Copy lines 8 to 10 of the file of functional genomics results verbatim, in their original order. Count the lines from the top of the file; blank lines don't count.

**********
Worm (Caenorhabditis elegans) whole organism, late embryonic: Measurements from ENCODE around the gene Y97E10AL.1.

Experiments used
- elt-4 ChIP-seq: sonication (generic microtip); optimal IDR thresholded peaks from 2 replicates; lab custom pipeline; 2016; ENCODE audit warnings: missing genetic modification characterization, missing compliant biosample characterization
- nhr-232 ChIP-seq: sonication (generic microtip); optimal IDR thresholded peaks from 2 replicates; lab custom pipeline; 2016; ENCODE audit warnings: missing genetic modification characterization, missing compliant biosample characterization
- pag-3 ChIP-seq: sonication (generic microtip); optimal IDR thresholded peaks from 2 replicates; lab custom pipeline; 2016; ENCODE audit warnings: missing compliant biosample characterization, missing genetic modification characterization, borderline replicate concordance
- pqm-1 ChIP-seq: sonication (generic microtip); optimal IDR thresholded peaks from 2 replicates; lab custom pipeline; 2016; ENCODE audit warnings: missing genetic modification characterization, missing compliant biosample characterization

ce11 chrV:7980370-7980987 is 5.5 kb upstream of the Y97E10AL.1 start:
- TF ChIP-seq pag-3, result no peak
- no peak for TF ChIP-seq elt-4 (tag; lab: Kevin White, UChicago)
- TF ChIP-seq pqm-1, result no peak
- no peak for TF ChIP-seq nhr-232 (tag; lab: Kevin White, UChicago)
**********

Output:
- TF ChIP-seq pag-3, result no peak
- no peak for TF ChIP-seq elt-4 (tag; lab: Kevin White, UChicago)
- TF ChIP-seq pqm-1, result no peak